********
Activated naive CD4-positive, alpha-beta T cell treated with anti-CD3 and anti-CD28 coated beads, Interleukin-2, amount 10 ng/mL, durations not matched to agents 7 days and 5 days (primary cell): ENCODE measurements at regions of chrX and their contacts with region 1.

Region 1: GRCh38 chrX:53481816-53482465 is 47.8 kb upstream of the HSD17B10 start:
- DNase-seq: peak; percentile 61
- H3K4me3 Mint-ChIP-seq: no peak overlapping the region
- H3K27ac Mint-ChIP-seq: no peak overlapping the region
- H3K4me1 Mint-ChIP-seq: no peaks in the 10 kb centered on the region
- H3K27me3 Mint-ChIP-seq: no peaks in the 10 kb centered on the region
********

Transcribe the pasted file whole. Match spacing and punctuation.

Activated naive CD4-positive, alpha-beta T cell treated with anti-CD3 and anti-CD28 coated beads, Interleukin-2, amount 10 ng/mL, durations not matched to agents 7 days and 5 days (primary cell): ENCODE measurements at regions of chrX and their contacts with region 1.

Region 1: GRCh38 chrX:53481816-53482465 is 47.8 kb upstream of the HSD17B10 start:
- DNase-seq: peak; percentile 61
- H3K4me3 Mint-ChIP-seq: no peak overlapping the region
- H3K27ac Mint-ChIP-seq: no peak overlapping the region
- H3K4me1 Mint-ChIP-seq: no peaks in the 10 kb centered on the region
- H3K27me3 Mint-ChIP-seq: no peaks in the 10 kb centered on the region